FODM and the National Park Service (NPS) have undertaken a project to save some of the preserve's pumpkin ash trees (Fraxinus profunda) from the emerald ash borer (EAB) (Agrilus planipennis), an invasive insect that has been documented in Northern Virginia and will kill all species of ash trees, according to U.S. Department of Agriculture experts.
On September 28-29, 2015, National Park Service (NPS) and U.S. Army Corps of Engineers (COE) officials met to begin the design of the restoration of Dyke Marsh under a NPS-COE interagency agreement. Officials estimate the design phase will take at least 12 months.
Dyke Marsh is bright yellow this fall with several species of plants sporting yellow flowers. The picture at left was taken from the wooden bridge near Tulane Drive.
On September 27, the Friends of Dyke Marsh had a table offering Dyke Marsh information at Earth Sangha's semi-annual native plant sale held at their garden in Springfield. We participated alongside other groups, including the Friends of Huntley Meadows, the Friends of Accotink Creek and the Arlington Master Naturalists.
Be on the lookout for monarch butterflies (Danaus plexippus), those four-inch wonders with dark orange wings, black veins and white edge spots. From September to late October, monarchs in the Eastern U.S. migrate south, some as much as 3,000 miles to overwinter in south-central Mexico's oyamel fir forests. Female monarchs lay their eggs on and larvae feed on milkweed, their only host plant.
FODM President Glenda Booth bas written an article describing the wonders of Dyke Marsh for the the Newcomers and Community Guide of the Mount Vernon Gazette published on August 27, 2015 - you can read the entire article here.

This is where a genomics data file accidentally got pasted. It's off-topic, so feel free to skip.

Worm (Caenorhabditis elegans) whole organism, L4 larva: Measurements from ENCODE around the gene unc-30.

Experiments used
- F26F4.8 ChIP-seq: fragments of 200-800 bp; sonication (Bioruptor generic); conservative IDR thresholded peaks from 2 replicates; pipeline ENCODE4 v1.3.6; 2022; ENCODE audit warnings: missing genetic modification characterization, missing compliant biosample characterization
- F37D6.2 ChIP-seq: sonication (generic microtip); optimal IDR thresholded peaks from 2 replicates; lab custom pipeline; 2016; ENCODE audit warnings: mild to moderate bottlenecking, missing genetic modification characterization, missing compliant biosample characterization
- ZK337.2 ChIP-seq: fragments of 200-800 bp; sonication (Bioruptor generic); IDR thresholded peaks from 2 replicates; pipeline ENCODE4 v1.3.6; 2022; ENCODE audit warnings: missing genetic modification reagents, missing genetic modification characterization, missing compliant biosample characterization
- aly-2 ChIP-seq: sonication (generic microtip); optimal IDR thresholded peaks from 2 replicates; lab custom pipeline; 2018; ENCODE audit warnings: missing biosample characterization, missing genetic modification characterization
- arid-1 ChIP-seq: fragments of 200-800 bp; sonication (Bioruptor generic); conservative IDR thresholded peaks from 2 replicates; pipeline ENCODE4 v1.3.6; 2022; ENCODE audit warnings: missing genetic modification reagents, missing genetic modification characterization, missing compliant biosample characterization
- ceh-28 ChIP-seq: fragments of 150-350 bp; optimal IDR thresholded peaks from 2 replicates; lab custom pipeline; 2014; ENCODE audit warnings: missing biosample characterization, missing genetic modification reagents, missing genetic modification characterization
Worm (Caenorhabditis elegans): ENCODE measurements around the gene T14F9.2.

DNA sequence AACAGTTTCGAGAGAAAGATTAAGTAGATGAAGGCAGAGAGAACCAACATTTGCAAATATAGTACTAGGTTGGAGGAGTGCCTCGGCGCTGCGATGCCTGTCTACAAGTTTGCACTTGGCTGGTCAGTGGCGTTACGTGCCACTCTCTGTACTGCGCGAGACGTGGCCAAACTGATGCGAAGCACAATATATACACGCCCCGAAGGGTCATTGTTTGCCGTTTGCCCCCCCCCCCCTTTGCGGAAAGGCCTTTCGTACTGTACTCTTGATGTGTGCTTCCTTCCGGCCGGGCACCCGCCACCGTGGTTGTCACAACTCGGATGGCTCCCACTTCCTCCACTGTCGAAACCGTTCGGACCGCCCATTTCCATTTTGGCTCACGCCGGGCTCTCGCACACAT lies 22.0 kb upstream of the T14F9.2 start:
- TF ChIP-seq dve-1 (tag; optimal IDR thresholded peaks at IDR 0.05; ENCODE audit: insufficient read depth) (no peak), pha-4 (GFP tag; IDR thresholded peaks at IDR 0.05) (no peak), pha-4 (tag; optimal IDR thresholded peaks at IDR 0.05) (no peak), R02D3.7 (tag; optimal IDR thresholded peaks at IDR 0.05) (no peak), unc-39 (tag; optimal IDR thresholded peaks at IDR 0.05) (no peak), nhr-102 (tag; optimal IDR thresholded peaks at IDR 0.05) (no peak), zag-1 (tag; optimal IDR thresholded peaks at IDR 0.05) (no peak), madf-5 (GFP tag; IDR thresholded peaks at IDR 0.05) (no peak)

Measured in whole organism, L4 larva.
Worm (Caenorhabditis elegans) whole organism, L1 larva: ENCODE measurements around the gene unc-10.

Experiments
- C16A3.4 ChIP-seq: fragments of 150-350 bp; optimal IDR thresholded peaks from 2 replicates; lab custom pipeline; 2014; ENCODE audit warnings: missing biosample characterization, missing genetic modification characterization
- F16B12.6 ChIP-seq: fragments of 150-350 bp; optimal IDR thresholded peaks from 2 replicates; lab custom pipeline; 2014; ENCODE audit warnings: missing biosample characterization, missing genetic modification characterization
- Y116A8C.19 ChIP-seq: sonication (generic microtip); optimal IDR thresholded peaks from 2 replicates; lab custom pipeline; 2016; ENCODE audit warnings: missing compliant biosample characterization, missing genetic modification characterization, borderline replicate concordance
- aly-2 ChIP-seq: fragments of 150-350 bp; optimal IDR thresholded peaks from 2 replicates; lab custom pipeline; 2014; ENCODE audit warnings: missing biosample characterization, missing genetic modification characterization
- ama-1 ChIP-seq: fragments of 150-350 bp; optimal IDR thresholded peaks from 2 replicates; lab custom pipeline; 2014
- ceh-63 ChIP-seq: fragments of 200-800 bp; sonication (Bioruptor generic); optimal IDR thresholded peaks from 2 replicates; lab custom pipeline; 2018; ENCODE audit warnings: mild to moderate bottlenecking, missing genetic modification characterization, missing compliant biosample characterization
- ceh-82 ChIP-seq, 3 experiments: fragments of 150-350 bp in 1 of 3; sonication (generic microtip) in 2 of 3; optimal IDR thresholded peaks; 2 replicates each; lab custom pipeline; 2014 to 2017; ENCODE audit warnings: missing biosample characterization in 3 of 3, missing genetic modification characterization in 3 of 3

On the lovely, warm, sunny day of August 8, 2015, I led 19 ecology students and professional ecologists and one child for a too-abbreviated visit to the Dyke Marsh Wildlife Preserve (DMWP), as part of the special 100th anniversary meeting of the Ecological Society of America being held at the Baltimore Convention Center.
Pollinators visit flowers for nectar and pollen and when visiting flowers, they move pollen from one flower to another of the same species to produce fertile seeds. Most flowering plants are pollinated by bats, bees, butterflies, flies, beetles, and other animals. Plants can also be pollinated by wind and water and self-pollinate.
Animal pollinators face many challenges, including pollution, pesticides, habitat loss, invasive plants, disease, parasites and climate change.
Huge amounts of orangey-brown sediment pollution are flowing into the western part of the Dyke Marsh Wildlife Preserve, especially during storm events.
On April 14, 2015, FODM and the National Park Service led a group of Iraqi officials and scientists on a walking tour of Dyke Marsh. FODM is honored to have had these visitors. FODM president Glenda Booth has written an article that was published in the April 22, 2015 Mount Vernon Voice newspaper. Click here to view the photos and read the entire article.
U.S. Secretary of Interior Sally Jewell on October 24 announced a grant of $25 million to the National Park Service to restore Dyke Marsh, which is eroding six to eight feet a year. The funds are part of the Obama Administration's Hurricane Sandy Rebuilding Strategy and Climate Action Plan to build resilience by restoring natural features along shorelines and protect communities from future storms.
Dyke Marsh restoration is one of 25 projects that DOI selected for funding out of 94 submitted.
Click here for a video of Secretary Jewell's visit to Dyke Marsh.
Producers of This American Land chose the Dyke Marsh Wildlife Preserve as one of America's little known but special places. We agree. View a video of it.